Actually, I have several in the works. The next Vigilante Annie book is the biggest, it will be available in ebook and print, just like the anthology. There is not yet a release date set. I actually have a couple erotica titles and a couple shorts that will actually give some backstory or sidestory in the world of Vigilante Annie.

4. So what is the next Vigilante Annie book going to be about?

The next Annie story is going full fantasy. In the middle of recovering from her injuries, Annie is being taken to the underworld. There she will meet others like herself and other diverse types of beings. The plot I cannot reveal just yet, but Annie is being brought there for a specific reason. For anyone who has read up to now, you’ll know Annie will meet her brother and have to face her mother for abandoning her as a child. Anyone wanting more info can visit the website www.VigilanteAnnie.com.

Thank you.

Thank you!

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Book Blurb:

Because Annie has no recollection of her birth parents, her life is full of unknowns. Still, she seems relatively content with her simple existence in Washington, DC. Marcus, her new Italian boyfriend, adds much desired spice to her life despite secrecy about his position at SecureVest. But when Annie becomes mysteriously ill, it is the catalyst for a life far from simple.

Seemingly by luck, Annie discovers that she is maturing into a dhampir (a vampire/human hybrid), and to survive she must feed on fresh human blood. With Marcus fully aware of Annie’s predicament, they concoct a scheme: find the evil living among us and act where justice does not.

Vigilante Annie is born.

Pick up your copy on Amazon here: http://amzn.to/2dGCki4

Author Bio:

An only child, (in the seventies, mind you), little Robert could be seen running in the backyard playing superhero, with a bed sheet serving as his cape. He also spent many hours drawing or writing in his mid-sized Ohio town. Having also battled depression earlier in life, Robert now sees how his low points have brought him to a more creative, stronger sense of being. Now he is where he wants to be, and is telling the stories he is meant to tell. His other interests include reading, motorcycle touring, fitness and classic movies.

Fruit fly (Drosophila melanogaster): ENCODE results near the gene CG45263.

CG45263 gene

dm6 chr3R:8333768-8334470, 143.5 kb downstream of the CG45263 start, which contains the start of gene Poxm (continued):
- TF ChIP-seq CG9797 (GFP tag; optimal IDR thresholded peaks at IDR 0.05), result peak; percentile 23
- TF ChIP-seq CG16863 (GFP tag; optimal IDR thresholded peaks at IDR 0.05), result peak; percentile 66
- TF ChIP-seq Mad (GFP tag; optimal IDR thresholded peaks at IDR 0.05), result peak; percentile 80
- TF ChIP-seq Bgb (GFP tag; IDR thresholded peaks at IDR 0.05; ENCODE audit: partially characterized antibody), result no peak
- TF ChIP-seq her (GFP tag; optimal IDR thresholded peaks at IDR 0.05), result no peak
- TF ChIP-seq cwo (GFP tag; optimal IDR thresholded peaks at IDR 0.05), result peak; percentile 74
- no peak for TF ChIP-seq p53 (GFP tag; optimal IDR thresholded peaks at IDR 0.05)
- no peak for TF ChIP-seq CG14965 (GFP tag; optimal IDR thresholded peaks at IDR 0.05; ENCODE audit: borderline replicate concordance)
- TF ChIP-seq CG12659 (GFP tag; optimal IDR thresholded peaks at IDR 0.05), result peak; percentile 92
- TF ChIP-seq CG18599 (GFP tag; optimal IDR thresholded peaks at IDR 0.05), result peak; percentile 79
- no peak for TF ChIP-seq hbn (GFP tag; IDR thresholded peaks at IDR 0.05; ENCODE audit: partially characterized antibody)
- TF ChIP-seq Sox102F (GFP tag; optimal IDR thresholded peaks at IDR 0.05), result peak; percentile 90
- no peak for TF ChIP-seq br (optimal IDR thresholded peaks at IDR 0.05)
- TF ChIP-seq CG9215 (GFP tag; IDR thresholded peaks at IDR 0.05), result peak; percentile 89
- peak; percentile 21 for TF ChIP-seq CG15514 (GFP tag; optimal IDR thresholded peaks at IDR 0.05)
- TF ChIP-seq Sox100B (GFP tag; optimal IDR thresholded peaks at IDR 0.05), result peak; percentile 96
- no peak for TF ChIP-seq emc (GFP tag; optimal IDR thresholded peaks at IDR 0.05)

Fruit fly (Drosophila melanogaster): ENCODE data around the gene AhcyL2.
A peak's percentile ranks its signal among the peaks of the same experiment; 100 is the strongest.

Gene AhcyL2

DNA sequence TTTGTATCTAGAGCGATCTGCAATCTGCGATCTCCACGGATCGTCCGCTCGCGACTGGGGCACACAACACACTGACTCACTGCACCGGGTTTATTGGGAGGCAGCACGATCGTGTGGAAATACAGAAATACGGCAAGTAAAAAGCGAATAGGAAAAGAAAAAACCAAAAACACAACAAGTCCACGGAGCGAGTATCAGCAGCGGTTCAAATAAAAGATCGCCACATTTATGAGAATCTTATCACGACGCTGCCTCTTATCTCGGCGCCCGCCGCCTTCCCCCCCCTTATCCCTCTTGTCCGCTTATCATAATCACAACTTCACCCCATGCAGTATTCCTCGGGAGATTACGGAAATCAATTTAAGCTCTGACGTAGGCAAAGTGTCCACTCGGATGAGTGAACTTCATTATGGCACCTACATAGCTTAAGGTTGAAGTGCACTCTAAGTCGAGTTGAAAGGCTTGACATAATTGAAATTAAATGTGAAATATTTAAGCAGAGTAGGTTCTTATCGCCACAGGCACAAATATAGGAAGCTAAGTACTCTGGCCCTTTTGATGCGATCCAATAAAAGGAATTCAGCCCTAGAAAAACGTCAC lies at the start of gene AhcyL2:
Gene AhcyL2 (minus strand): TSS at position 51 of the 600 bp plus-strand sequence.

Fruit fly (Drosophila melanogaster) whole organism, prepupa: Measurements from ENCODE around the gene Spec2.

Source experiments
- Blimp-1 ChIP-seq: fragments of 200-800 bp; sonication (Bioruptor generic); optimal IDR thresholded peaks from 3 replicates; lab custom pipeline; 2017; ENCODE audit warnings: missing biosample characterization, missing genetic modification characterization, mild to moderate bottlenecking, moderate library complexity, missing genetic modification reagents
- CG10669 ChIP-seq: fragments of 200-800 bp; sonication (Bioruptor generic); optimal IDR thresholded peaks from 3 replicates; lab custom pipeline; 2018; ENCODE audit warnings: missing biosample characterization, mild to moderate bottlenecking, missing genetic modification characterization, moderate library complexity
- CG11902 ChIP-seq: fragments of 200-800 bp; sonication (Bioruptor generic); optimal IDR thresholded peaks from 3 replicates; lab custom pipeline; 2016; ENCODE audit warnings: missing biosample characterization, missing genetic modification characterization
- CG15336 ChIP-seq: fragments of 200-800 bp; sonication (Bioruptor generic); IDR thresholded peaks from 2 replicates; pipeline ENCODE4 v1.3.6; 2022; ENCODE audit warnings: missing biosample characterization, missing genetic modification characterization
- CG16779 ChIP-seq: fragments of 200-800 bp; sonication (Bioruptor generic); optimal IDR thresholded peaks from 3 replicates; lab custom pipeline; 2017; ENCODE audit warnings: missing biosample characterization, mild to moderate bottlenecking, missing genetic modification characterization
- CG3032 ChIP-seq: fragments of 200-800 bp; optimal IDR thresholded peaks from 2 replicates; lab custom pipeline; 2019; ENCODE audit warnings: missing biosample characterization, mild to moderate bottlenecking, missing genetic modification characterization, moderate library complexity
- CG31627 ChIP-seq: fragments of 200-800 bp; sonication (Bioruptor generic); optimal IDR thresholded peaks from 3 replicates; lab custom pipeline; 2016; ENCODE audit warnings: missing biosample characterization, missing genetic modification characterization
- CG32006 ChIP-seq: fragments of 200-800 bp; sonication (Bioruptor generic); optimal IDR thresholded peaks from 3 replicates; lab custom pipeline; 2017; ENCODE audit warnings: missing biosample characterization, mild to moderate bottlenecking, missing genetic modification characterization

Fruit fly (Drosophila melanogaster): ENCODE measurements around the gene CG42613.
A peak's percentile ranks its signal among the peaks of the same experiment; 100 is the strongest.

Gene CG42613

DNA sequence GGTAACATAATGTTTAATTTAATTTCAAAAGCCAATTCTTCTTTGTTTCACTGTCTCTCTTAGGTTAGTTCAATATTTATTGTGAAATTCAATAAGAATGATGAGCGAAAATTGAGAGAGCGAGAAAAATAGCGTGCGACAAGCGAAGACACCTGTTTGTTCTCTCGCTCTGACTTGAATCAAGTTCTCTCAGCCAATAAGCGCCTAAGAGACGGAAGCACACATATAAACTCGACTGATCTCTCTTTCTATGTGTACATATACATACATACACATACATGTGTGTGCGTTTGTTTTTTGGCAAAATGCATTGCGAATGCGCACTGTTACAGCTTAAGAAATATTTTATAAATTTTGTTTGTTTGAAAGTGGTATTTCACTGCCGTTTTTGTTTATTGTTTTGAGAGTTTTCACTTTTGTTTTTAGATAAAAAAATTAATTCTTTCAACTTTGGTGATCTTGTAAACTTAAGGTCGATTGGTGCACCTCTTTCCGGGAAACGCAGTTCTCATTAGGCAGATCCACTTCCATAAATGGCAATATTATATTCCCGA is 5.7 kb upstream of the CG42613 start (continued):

Connect with Robert Kimbrell:

Twitter:  @VAAuthor

Website:  www.VigilanteAnnie.com

Could These Five Words Change Your Life?

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I’ve always been a fan of quotations. What’s not to admire about expressing something profound using the fewest possible words? For a long time my favorite was No life is ever wasted. You can always serve as a bad example. To me, that represented the ultimate in positive thinking, though the lesson was often missed as evidenced by the ever-increasing prison population.

Along similar lines is a short one that came to me while I was writing A Dark of Endless Days, second volume in the Star Trails Tetralogy. It’s another expression of optimism, perhaps even a follow-up to the wasted life. To wit: No mistakes, only detours. In other words, fix it and move on.

Now I have a new favorite which, if nothing else, is incredibly universal in its application. I would bet dollars to donuts that every single person on Earth could apply it to some facet of their life. And it goes even further than that. Every group, organization, government, corporation, etc. could apply it as well, or conversely, have it applied to them. Of course, there are negative manifestations, too, but first give some positive thought energy to these five little words:

What you allow will continue.

Read it again. Has it sunk in? Anyone who has ever been in a relationship with someone who didn’t understand the concept of boundaries should understand. If you’ve ever been taken advantage of, it’s time to consider whether it was (or is) simply because you allowed it.

What you allow will continue.

Whether it’s your nosy neighbor, lazy spouse, obnoxious teenager, critical mother-in-law, or some unscrupulous political figure, the same five words apply. People will try to get away with as much as they can until something stops them. Of course there are situations, such as those involving abuse, particularly of a child, where the victim doesn’t have the power to stop it. In this case, it’s the duty of others, possibly relatives, possibly society, to step in and assure that it stops. That shouldn’t be rocket science. Some things are simply wrong and need to be stopped. Period. In some cases, by whatever means necessary.

I particularly thought of this quote when I saw a headline the other day that stated France is shutting down 160 mosques. A shocking number of weapons and ammunition have since been found as well as various other evidences of terrorist activity. France, clearly, understands the concept.

What you allow will continue.

In the perverted name of political correctness the USA has clearly lost touch with this concept. The key, I suppose, is when a situation becomes sufficiently intolerable that someone demands that something be done.

Are we there yet?